Climate models project an intensification of the wintertime North Atlantic storm track, over its downstream region, by the end of this century. Previous studies have suggested that ocean-atmosphere coupling plays a key role in this intensification, but the precise role of the different components of the coupling has not been explored and quantified. Here, using a hierarchy of ocean coupling experiments, we isolate and quantify the respective roles of thermodynamic (changes in surface heat fluxes) and dynamic (changes in ocean heat flux convergence) ocean coupling in the projected intensification of North Atlantic storm track. We show that dynamic coupling accounts for nearly all of the future strengthening of the storm track as it overcomes the much smaller effect of surface heat flux changes to weaken the storm track. We further show that by reducing the Arctic amplification in the North Atlantic, ocean heat flux convergence increases the meridional temperature gradient aloft, causing a larger eddy growth rate, and resulting in the strengthening of the North Atlantic storm track. Our results stress the importance of better monitoring and investigating the changes in ocean heat transport, for improving climate change adaptation strategies.

How to cite: Chemke, R., Zanna, L., Orbe, C., Zentman, L., and Polvani, L.: The future intensification of the North Atlantic winter storm track: the key role of dynamic ocean coupling, EGU General Assembly 2022, Vienna, Austria, 23–27 May 2022, EGU22-13094, https://doi.org/10.5194/egusphere-egu22-13094, 2022.

Annika Reintges et al.

The variations of the winter climate in Europe are influenced by the North Atlantic Oscillation (NAO). Therefore, the ability to predict the NAO is of great value. Predictability of the NAO can be enabled through oceanic processes that are characterized by relatively long time scales, for example interannual to decadal. An important variable for the interannual to (multi-)decadal variability in the North Atlantic is the Atlantic Meridional Overturning Circulation (AMOC). The NAO and the AMOC are known to interact, but observational records of the AMOC are short and the details of this interaction are unknown. Thus, our understanding largely relies on climate model simulations. However, the interaction of NAO and AMOC is very model dependent.

Here, we present the diversity across CMIP6 models in pre-industrial control experiments. The focus lies on simulations of the NAO, the AMOC, their interaction, and related variables on interannual to decadal timescales. Regarding the NAO-AMOC interaction, there are large differences in the strength of their relationship, in the location (like the latitude of the AMOC), its periodicity and in the time-lag between both variables.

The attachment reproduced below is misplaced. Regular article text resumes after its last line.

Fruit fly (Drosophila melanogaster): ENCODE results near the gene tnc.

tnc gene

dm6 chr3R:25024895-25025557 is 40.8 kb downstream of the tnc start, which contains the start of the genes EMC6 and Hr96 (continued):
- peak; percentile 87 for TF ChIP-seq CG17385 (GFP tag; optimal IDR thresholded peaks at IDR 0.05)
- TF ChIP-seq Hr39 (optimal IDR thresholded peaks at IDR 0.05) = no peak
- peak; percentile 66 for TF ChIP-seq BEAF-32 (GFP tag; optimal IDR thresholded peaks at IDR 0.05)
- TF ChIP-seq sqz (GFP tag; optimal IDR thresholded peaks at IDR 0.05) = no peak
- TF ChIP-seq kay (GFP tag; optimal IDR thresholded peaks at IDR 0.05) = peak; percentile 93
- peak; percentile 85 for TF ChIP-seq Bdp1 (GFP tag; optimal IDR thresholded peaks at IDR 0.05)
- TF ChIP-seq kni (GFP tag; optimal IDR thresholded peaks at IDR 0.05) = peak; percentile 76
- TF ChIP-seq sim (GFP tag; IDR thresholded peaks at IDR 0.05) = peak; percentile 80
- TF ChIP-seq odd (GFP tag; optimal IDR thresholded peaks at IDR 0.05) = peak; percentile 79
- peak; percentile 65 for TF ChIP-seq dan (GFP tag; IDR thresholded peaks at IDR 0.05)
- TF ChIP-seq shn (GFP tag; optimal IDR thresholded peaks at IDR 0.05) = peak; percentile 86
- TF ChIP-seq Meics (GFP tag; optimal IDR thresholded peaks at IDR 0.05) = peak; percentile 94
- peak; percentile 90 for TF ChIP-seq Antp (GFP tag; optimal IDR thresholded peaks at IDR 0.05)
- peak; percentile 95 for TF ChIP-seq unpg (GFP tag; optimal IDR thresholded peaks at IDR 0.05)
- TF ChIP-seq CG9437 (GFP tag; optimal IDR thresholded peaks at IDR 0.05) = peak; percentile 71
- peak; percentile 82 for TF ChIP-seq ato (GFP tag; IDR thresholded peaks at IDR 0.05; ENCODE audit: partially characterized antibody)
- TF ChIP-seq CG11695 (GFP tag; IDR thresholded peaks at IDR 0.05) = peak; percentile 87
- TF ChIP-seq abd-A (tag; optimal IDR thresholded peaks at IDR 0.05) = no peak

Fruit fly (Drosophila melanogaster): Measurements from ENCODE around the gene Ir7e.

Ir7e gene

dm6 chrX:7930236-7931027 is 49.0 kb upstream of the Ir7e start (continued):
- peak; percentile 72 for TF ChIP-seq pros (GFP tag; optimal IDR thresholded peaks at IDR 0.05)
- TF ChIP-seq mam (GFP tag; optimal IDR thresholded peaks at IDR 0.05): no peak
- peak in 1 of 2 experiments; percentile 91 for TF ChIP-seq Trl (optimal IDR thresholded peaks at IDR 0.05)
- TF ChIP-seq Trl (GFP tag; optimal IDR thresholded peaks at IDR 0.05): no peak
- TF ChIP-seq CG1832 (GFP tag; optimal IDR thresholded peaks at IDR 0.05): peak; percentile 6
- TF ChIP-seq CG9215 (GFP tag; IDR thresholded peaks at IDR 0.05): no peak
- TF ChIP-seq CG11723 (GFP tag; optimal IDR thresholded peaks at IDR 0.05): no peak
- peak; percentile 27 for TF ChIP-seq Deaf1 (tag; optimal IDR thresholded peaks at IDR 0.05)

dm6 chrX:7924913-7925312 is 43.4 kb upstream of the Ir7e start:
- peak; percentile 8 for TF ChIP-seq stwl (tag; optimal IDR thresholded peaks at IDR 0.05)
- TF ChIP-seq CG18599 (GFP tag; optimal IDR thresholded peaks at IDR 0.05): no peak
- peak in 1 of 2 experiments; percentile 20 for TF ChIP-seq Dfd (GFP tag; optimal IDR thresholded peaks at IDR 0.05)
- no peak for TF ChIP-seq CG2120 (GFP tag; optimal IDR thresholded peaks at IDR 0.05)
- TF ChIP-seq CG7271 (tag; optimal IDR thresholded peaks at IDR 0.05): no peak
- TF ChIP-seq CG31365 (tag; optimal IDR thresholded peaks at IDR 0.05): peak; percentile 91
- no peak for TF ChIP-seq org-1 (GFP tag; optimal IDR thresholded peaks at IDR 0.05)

Furthermore, we propose hypotheses of the causes for this diversity in the models. Specific processes involved in NAO-AMOC interaction might be of varying relative importance from model to model, for example, NAO-related buoyancy versus wind-forcing affecting the AMOC. Also, mean state difference like in the North Atlantic sea surface temperature might play an important role for causing differences in the variability across models.

How to cite: Reintges, A., Robson, J., Sutton, R., and Yeager, S.: Diversity in NAO-AMOC interaction on interannual to decadal timescales across CMIP6 models, EGU General Assembly 2022, Vienna, Austria, 23–27 May 2022, EGU22-7402, https://doi.org/10.5194/egusphere-egu22-7402, 2022.

Simon Josey and Bablu Sinha

The eastern North Atlantic subpolar gyre has become a focus of research in recent years, partly in response to the extreme cold anomaly (the 2015CA) that developed in winter 2013-14, peaked in 2015 and persisted in a weakened state for several years. The anomaly was evident both in sea surface temperature which exceeded 1.0 oC of cooling averaged over 2015 as a whole and in reduced temperatures at depth to of order 500 m. Here, we place it in a longer-term context by considering other anomalies in the observational record since 1980 and discuss its subsequent evolution through to 2022. We also explore the role played by large scale atmospheric modes of variability, particularly the East Atlantic Pattern (EAP) and North Atlantic Oscillation (NAO), in generating such anomalies. Furthermore, we draw a connection between the combined influence of these modes on both the eastern subpolar gyre and intense heat loss in the Irminger Sea which potentially leads to a coupling of mode and dense water formation processes in these two key North Atlantic regions.